CHICAGO – Wrigley Field, the last big league stadium to install lights, will be the first to go wireless.
Starting Tuesday, when Chicago Cubs manager Dusty Baker needs to communicate with his bullpen during games, he'll call on a wireless handset designed by Motorola Inc. (MOT) rather than reach for the corded phone on the dugout's back wall.
Juan Lopez, the Cubs' bullpen coach, will be sure not to miss the call — he'll have one of the i580 phones strapped to his belt and it will vibrate and produce a loud ring.
The Cubs and Motorola, who announced the arrangement Monday for both the home and visiting dugouts and bullpens, said it will be the first wireless bullpen phone system used by a major league team.
Cubs officials approached Major League Baseball with the idea last November after watching a playoff game in which a team had problems communicating with its bullpen, according to John McDonough, the Cubs' senior vice president of marketing and broadcasting.
"It's just an idea whose time has come," he said. "What better place in major league baseball to debut wireless communication than 92-year-old, beautiful Wrigley Field."
Besides providing faster access to the bullpen, McDonough said, the new system provides the league with new revenue opportunities from fees that Motorola and other phone companies will pay to have teams use their branded phones.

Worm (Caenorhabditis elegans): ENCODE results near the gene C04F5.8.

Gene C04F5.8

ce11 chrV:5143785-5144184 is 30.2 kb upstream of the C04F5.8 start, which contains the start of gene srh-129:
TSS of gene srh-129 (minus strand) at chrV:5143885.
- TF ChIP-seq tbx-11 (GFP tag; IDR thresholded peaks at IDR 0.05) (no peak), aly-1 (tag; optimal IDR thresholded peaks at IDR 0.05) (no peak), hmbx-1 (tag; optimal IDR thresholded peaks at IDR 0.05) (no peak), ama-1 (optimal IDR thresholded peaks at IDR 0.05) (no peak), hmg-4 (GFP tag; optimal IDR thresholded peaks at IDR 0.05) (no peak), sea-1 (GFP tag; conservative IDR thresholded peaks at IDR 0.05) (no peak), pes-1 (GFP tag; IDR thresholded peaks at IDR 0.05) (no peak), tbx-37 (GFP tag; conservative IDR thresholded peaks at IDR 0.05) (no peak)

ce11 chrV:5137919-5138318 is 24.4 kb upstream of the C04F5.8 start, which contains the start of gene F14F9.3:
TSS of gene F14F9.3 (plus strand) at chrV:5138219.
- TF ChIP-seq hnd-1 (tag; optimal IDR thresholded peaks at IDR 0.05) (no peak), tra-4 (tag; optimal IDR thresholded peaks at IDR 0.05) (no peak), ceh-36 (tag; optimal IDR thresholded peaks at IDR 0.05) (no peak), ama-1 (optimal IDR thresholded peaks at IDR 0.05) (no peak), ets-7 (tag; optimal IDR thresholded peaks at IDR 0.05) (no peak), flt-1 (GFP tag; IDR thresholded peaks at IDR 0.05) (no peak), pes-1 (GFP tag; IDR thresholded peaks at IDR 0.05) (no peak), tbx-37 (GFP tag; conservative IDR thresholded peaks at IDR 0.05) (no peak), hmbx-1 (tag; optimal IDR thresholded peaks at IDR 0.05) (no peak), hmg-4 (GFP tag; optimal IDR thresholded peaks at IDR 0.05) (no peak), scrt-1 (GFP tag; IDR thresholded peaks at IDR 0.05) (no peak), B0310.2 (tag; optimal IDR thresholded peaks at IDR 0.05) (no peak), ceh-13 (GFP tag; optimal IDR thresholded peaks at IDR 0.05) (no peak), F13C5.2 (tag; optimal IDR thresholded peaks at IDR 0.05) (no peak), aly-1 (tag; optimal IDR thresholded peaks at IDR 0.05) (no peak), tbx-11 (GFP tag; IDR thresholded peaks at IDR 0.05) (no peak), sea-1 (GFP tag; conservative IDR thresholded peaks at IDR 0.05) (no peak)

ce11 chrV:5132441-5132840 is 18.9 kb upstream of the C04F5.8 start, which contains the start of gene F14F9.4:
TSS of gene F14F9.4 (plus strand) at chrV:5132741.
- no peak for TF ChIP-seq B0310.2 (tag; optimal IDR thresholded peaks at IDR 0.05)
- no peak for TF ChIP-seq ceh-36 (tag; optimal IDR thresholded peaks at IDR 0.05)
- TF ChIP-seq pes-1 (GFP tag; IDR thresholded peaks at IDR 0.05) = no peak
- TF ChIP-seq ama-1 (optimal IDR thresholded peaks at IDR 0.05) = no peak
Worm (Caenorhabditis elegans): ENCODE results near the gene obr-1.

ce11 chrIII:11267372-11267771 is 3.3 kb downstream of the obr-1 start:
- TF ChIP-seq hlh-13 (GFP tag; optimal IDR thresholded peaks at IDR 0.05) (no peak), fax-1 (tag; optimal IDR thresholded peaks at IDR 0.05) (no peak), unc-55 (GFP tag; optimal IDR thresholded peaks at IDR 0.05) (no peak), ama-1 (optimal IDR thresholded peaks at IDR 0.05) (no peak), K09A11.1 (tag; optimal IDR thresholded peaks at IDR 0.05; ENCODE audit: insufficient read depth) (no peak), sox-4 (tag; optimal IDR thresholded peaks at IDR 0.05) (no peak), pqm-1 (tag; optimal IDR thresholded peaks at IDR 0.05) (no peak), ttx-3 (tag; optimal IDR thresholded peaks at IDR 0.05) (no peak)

Fans needn't get ideas about learning the phone numbers so they can give their input. The push-to-talk phones operate on a private channel and can communicate only with partner handsets.
Motorola said the phones have been tested to satisfy the security concerns of Major League Baseball, and of Baker himself.
Tom Crawford, director of global sports marketing for the Schaumburg, Ill.-based mobile phone manufacturer, said the system cannot be disrupted by competition from 40,000 fans using their own phones and handheld devices.
The existing phones will remain in place for the rest of the season, but the new system means managers and coaches won't have to be tethered to the wall for calls.
"I don't know that there's anything wrong with a land line per se, but it's kind of ushering the team into the wireless era," Crawford said. "For us, it shows a creative and unique way to apply our technologies."
Besides pursuing similar systems for other ballclubs, he said, Motorola might be able to take advantage of Bluetooth technology and wearable communications for other off-the-field innovations in the future — such as enabling Baker to communicate through a device embedded in his trademark wristbands, or coaches through their caps.
Wrigley Field's first night game was Aug. 9, 1988 — more than 40 years after other teams began playing under the lights.